Livelihood kits is one example. After crops have been washed away, we quickly help supply farmers with seed and fertilizer to produce food for the next season. This is what we typically do when we work with governments after natural disasters.
Something relatively new in our “response portfolio” is the Early Response Financing which we can deploy at the early onset of a potential food crisis, to avoid catastrophic impacts on the population later on.
South Sudan is a concrete example. It’s continues to be affected by hunger, extreme climate shocks such as flooding, and conflict. We've recently deployed two projects that are being implemented in parallel. One is an emergency locust response project where we areworking with communities through the government to improve local surveillance and locust control, help restore livelihoods, and help the country to build systems so that in the future it is better prepared for locust outbreaks. All these actions arepart of an emergency response.
In parallel, we have deployed a resilient agricultural livelihoods project. This project helps South Sudan to develop better agriculture productivity in parts of the country are fertile and not affected by conflict so that that the nation can build a strong foundation to feed itself in future.
Q. Have you seen agriculture projects that have made a difference and supported a return to normalcy in fragile and conflict settings?
A. Agriculture is a part of a response strategy. It might be one of the most important one, but it is not the only ones. It's always a combination of a range of efforts which include agriculture and food, but also focus on job creation, livelihood restoration, trade, economic growth, macroeconomic stability -- all the things that need to be present for development to take place.
An example is northern Uganda at the border of South Sudan. Two decades ago, violence in the region dominated international news. If you go to northern Uganda now, what you’d see unfolding is an agricultural revolution. There is a really vibrant private sector that works with farmers and provides technical assistance, telling farmers how to better use inputs, how to better grow, collect and market crops.To a certain degree, northern Uganda has become a critical supplier for food security efforts managed by the World Food Program in neighboring South Sudan.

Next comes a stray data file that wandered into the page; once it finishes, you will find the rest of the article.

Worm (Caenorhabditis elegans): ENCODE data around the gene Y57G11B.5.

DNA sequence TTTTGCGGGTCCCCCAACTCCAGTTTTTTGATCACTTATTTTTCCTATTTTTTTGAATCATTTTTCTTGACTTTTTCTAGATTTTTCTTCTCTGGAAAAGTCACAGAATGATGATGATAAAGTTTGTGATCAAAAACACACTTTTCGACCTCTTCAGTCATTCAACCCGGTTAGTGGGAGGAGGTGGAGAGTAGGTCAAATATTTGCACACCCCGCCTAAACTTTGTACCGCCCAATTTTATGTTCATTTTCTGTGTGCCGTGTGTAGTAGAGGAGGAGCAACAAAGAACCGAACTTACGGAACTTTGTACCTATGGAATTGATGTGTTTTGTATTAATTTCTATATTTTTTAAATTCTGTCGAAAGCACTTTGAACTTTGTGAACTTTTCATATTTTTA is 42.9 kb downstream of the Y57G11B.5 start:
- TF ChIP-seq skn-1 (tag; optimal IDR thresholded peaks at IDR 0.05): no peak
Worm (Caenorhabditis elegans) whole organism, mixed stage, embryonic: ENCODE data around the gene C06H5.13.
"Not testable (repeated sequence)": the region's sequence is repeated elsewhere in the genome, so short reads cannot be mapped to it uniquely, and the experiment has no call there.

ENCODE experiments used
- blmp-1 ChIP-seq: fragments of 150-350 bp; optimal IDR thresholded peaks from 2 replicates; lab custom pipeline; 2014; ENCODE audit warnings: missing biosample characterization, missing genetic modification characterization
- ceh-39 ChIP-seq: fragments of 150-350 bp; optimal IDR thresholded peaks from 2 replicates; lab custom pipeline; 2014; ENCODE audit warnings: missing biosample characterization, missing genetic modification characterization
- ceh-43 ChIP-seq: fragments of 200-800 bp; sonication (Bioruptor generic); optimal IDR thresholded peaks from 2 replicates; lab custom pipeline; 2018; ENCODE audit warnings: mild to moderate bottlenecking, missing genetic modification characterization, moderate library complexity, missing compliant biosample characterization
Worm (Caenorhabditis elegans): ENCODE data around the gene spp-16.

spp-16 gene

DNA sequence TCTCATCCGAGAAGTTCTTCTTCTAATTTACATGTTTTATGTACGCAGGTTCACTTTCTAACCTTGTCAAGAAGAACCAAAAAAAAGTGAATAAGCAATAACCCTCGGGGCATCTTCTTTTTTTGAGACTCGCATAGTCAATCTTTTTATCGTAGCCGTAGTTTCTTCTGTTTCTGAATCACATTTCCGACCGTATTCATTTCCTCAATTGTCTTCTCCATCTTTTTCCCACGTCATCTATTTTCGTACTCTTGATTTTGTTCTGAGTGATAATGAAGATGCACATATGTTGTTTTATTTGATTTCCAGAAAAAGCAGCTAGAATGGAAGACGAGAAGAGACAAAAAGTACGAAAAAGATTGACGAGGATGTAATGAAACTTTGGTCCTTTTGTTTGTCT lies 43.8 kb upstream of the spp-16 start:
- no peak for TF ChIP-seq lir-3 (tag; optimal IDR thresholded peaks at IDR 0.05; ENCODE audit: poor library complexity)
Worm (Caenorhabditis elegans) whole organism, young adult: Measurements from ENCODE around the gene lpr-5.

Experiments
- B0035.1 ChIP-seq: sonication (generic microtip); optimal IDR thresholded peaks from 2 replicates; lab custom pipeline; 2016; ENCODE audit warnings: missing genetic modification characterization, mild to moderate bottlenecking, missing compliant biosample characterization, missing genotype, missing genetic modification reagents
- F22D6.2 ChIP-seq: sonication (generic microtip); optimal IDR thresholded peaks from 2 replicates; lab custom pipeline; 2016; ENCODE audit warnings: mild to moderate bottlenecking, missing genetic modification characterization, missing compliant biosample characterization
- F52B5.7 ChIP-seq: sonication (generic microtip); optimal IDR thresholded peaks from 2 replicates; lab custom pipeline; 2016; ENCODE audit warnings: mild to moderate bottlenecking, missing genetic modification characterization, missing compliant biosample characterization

Q. With all of this, what role does the private sector play?
A. Agriculture is inherently a private sector activity because all the farmers, whether male or female, small or large, are entrepreneurs. The state's only role in guiding agriculture is to devise a policy framework that delivers incentives and a regulatory environment for farmers as private actors to develop and produce and prosper.
Private corporations, traders and downstream businesses have a critical role to play. They are the ones who supply seeds, fertilizers, insurance, banking, machinery, maintenance services among other things. In fragile and conflict settings, the private sector often functions in the gray economy, the undocumented economy, but it's very active.
The private sector also has a role in mobilizing financing for development by investing in these countries. International and bilateral organizations, as well as foundations, cannot meet the agriculture development needs of entire continents on their own.
This is why the World Bank Group does not only focus on the public sector side. The International Finance Corporation (IFC) specializes in private sector development, helping enterprises to grow and make a greater contribution to development.
Meanwhile, our Multilateral Investment Guarantee Agency (MIGA) helps cross-border investors and lenders to deal with non-commercial and political risks, breach of contract, and currency inconvertibility. If you were an international investor thinking about investing in a fragile country, MIGA could insure part of your risk. This type of insurance is an important ingredient to attract international private sector funds.